Document Type


Date of Award

Fall 1-31-2004

Degree Name

Doctor of Philosophy in Chemical Engineering - (Ph.D.)


Chemical Engineering

First Advisor

Kamalesh K. Sirkar

Second Advisor

Gordon Lewandowski

Third Advisor

Dana E. Knox

Fourth Advisor

Michael Chien-Yueh Huang

Fifth Advisor

Barbara B. Kebbekus


To improve protein separation and purification directly from a fermentation broth, a novel membrane filtration-cum-chromatography device configuration having a relatively impermeable coated zone near the hollow fiber module outlet has been developed. The integrated membrane filtration-cum-chromatography unit packed with chromatographic beads on the shell side of the hollow fiber unit enjoys the advantages of both membrane filtration and chromatography; it allows one to load the chromatographic media directly from the fermentation broth or lysate and separate the adsorbed proteins through the subsequent elution step in a cyclic process.

Interfacial polymerization was carried out to coat the bottom section of the hollow fiber membrane while leaving the rest of the hollow fiber membrane unaffected. Myoglobin (Mb), bovine serum albumin (BSA) and α-lactalbumin (α-LA) were used as model proteins in binary mixtures. Separation behaviors of binary protein mixtures were studied in devices using either an ultrafiltration (UF) membrane or a microfiltration (MF) membrane. Experimental results show that the breakthrough time and the protein loading capacities were dramatically improved after coating in both UF and MF modules. For a synthetic yeast fermentation broth feed, the Mb and u-LA elution profiles for the four consecutive cyclic runs were almost superimposable. Due to the lower transmembrane flux in this device plus the periodical washing-elution during the chromatographic separation, fouling was not a problem as it is in conventional microfiltration.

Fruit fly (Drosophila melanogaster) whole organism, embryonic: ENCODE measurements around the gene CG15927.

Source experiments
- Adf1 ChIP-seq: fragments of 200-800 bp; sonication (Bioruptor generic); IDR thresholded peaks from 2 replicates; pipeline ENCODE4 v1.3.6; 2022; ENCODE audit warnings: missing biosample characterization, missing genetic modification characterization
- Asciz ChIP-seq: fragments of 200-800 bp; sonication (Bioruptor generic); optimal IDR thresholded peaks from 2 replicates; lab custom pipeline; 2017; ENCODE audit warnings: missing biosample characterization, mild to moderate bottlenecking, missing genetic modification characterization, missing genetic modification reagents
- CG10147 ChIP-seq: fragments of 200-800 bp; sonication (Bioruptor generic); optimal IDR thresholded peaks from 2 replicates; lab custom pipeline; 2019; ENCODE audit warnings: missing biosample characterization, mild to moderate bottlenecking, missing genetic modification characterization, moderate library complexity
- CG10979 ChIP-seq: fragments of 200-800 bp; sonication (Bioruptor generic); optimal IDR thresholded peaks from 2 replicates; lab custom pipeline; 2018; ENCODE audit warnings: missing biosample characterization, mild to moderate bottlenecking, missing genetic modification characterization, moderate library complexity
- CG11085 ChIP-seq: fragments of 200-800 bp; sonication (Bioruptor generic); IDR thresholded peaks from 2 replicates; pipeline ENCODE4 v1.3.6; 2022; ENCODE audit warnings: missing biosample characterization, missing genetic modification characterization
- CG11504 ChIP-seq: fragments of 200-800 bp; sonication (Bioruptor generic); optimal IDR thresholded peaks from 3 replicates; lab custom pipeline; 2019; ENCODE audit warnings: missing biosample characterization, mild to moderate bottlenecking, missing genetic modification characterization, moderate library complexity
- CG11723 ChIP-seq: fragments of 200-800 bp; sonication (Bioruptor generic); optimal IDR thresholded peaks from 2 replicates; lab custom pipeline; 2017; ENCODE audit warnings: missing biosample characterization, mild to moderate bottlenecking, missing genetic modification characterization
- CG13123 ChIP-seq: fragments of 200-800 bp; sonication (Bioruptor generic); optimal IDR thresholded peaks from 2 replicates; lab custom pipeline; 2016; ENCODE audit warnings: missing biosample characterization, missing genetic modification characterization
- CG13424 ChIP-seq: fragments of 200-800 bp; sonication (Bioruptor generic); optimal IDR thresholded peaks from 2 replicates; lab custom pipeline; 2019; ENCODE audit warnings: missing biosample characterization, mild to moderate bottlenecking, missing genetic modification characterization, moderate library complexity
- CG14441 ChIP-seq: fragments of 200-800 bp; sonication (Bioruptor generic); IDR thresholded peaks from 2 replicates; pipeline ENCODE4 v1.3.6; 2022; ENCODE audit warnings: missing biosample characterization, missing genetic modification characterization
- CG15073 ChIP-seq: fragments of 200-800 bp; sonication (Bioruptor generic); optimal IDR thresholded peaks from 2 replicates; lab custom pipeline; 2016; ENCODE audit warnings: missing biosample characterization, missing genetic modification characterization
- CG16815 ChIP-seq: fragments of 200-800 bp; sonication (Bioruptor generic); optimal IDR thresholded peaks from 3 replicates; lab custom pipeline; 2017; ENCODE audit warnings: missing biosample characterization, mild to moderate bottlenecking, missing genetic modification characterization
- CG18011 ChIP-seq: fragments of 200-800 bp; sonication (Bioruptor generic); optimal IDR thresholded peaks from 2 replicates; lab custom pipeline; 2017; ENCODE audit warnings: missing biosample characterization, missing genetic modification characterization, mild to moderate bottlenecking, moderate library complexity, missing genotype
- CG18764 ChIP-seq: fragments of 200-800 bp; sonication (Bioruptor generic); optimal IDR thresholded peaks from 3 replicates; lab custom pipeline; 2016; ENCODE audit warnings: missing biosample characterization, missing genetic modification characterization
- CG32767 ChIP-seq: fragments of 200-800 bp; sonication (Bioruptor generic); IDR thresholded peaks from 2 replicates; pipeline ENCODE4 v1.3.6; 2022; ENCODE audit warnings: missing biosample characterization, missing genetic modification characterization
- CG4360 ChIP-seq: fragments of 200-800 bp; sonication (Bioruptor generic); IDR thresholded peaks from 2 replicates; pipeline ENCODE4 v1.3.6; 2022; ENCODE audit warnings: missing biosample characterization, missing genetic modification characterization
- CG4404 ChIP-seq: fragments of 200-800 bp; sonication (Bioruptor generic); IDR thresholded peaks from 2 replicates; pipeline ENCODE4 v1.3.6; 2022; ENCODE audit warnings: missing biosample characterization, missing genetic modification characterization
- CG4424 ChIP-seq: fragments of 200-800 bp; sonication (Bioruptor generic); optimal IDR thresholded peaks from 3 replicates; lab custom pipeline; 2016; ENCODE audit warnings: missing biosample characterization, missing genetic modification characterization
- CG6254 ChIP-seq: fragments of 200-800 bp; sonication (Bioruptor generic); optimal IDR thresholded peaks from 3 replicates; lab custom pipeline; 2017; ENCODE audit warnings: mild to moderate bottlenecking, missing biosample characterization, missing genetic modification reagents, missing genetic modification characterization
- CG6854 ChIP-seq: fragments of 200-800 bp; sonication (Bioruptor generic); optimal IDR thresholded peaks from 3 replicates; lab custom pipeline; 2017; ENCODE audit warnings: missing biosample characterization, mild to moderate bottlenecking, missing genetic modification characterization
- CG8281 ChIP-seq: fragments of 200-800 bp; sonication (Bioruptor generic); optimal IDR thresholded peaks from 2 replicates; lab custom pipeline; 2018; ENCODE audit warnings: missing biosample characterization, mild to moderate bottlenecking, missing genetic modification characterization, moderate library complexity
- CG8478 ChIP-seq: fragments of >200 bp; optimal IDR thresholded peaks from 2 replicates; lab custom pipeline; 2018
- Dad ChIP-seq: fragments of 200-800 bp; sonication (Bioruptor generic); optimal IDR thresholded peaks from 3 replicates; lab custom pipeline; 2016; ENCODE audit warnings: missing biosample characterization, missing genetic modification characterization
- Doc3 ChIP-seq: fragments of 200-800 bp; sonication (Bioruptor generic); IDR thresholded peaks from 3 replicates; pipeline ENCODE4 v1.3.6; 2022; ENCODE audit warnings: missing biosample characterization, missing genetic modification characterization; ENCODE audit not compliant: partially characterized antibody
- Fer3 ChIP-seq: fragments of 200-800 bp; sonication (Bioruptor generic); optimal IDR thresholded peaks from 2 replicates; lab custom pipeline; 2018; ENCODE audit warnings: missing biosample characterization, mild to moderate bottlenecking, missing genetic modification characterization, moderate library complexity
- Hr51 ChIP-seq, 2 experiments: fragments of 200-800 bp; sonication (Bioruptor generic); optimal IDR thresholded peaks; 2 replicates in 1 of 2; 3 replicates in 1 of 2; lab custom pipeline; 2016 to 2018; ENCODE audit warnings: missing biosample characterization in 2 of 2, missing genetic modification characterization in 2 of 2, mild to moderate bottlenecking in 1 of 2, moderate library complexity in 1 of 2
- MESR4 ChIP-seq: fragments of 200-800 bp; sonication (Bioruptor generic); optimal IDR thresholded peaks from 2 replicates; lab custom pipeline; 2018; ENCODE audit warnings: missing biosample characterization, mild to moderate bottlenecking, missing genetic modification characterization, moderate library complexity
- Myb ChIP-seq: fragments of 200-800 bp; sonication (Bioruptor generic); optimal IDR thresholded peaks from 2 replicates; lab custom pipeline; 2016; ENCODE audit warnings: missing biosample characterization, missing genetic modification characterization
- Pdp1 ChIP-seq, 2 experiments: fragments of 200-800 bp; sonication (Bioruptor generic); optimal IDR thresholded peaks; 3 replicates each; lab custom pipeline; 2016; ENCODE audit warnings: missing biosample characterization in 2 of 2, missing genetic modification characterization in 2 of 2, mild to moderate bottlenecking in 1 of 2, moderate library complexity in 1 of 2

A mathematical model describing the hydrodynamic and protein loading behaviors of the integrated device using UF membrane with a coated zone was developed. The simulation results for the breakthrough agree well with the experimental breakthrough curves. The optimal length of the coated zone was obtained from the simulation.

A theoretical analysis of the protein mass transfer was performed using a diffusion-convection model considering the feed-side concentration polarization and the permeate-side concentration gradient formed by the adsorption. The permeate-side adsorption can enhance the observed protein transmission through the membrane considerably at low permeate flux. But the enhancement effect can be neglected at higher permeate flux when convection dominates the total mass transfer process or the proteins are very highly rejected by the membrane.



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